The US is not going to run Libya or end up with its oil. Unlike Egypt the US has a different language and religion from Libya. Western colonialism is dead. Your conspiracy theories have no basis in fact. Do you think the CIA was also responsible for the Egypt and Tunisia revolts?

Check It Out said at February 28, 2011 4:44 PM:

Again into Lybia? Let's hope not. Last time we invaded Lybia and broke into Khaddafi's palace, he wasn't to be found anywhere. That was back in the eighties though.

Maybe this time the Marines will really train before going. First task when they land in Lybia will be to knock and ask "Excuse me, is Mr. Khaddafi home?"

bbartlog said at February 28, 2011 5:34 PM:

'The US is not going to run Libya or end up with its oil.'
I didn't say it would. And to be fair, oil may not be the main motivation, though it may well help motivate some of the actors. There are other reasons that people in the US or elsewhere want Khaddafi gone.
'Unlike Egypt the US has a different language and religion from Libya.'
What of it? As long as we're talking colonialism, this is hardly much of an objection - the British ruled India for quite some time, and they didn't speak English until after the Brits taught it to them. But in the modern context, we can also point to our protectorate Iraq as a place with a different language and religion that we nonetheless are deeply involved with. Lest you further leap to misinterpret me, I am not saying that Libya would end up like either of these examples.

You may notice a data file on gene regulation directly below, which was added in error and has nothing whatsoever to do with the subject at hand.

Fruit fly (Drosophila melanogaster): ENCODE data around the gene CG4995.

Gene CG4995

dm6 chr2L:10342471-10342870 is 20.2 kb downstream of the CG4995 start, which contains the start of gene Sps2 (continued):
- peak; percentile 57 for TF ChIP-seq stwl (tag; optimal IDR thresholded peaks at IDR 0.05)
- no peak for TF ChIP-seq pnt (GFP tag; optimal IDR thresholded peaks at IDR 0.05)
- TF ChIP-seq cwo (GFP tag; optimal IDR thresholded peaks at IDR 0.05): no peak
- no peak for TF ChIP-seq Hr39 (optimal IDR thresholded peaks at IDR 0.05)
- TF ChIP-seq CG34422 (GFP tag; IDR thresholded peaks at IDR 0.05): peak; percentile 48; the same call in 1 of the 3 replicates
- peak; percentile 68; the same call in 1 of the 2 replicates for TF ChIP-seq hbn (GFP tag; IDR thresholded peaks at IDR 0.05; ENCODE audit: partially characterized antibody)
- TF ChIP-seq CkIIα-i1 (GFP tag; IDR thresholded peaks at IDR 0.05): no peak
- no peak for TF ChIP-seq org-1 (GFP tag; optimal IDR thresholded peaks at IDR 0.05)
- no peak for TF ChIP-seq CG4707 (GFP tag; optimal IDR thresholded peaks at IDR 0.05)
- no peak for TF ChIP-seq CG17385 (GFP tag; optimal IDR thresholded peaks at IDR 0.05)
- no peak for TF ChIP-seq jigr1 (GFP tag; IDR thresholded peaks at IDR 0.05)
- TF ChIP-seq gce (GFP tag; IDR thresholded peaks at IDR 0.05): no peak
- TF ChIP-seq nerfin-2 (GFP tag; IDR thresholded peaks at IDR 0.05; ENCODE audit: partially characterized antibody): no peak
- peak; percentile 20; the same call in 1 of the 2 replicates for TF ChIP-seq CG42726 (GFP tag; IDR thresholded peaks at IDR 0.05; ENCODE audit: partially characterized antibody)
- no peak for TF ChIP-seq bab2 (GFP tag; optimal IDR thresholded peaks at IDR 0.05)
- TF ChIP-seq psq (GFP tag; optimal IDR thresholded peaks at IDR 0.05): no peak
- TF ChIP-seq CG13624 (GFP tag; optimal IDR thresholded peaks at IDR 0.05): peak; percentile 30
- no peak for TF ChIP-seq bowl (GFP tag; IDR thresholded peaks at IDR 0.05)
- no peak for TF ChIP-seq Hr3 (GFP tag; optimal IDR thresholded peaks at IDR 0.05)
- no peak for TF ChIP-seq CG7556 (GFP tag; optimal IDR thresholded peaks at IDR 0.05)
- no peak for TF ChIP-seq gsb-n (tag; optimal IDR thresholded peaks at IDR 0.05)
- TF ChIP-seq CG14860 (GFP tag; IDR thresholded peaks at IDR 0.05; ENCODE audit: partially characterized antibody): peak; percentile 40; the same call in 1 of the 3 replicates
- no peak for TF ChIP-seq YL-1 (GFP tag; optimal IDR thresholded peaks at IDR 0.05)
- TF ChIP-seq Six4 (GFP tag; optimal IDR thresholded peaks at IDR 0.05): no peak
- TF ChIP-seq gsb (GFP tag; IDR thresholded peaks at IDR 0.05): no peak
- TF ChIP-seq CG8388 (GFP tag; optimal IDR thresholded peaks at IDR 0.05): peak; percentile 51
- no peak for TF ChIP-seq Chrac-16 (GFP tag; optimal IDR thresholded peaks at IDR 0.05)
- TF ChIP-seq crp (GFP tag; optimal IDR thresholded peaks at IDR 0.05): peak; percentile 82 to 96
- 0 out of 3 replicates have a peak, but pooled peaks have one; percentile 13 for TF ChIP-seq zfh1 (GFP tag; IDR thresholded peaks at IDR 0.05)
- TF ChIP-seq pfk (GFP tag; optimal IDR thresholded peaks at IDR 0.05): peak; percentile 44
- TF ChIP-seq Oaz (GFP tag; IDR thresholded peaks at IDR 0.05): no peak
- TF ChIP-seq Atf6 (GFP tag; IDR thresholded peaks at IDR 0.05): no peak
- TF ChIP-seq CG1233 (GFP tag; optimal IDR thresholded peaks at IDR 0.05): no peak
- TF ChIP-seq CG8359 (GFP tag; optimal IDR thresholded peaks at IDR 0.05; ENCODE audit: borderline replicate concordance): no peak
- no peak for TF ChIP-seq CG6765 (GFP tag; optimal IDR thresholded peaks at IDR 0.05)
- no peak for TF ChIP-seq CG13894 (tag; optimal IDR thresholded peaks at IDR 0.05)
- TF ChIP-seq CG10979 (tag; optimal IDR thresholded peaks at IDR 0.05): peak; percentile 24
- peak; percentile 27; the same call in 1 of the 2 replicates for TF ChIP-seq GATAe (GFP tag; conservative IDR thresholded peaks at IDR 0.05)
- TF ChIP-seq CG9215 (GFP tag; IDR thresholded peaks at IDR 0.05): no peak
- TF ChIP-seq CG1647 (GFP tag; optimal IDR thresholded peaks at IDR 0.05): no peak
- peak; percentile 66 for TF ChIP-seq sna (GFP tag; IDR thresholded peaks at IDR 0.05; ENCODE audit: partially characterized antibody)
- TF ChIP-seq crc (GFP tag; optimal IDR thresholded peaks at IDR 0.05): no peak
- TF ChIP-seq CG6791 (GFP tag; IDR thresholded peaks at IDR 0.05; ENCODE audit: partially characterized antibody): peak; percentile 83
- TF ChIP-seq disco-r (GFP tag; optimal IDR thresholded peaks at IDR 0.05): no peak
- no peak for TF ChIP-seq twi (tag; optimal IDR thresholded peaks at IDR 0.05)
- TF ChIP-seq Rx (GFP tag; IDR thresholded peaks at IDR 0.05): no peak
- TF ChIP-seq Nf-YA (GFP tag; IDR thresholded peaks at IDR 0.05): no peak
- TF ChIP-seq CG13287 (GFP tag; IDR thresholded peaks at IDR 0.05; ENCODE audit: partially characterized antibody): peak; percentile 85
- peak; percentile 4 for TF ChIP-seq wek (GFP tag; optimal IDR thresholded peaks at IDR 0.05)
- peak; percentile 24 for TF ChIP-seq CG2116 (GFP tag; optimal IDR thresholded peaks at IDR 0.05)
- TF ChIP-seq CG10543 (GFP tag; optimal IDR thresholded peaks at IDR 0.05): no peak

'Western colonialism is dead.'
True enough. Not worth the hassle. Did I say otherwise? On the other hand, ensuring that profits from oil flow to the right people doesn't require full-blown colonialism.
'Your conspiracy theories have no basis in fact.'
That the 'Khaddafi has fled to Venezuela' story was planted by parties who wanted to encourage the revolt, I am quite sure of. The rest is conjecture, which is not to say that you've offered any evidence or argument to actually make me less inclined to my views. In particular, even if you proved conclusively that western motives are pure as the driven snow (no one wants the oil, etc.), this does nothing to disprove the existence of a Western conspiracy to remove Khaddafi.
'Do you think the CIA was also responsible for the Egypt and Tunisia revolts?'
No. US confusion and vacillation in the former case, and inaction in the latter, do not point to the existence of any such schemes. Further the motives of the existing forces in Egypt explained events quite well.

Randall Parker said at February 28, 2011 8:00 PM: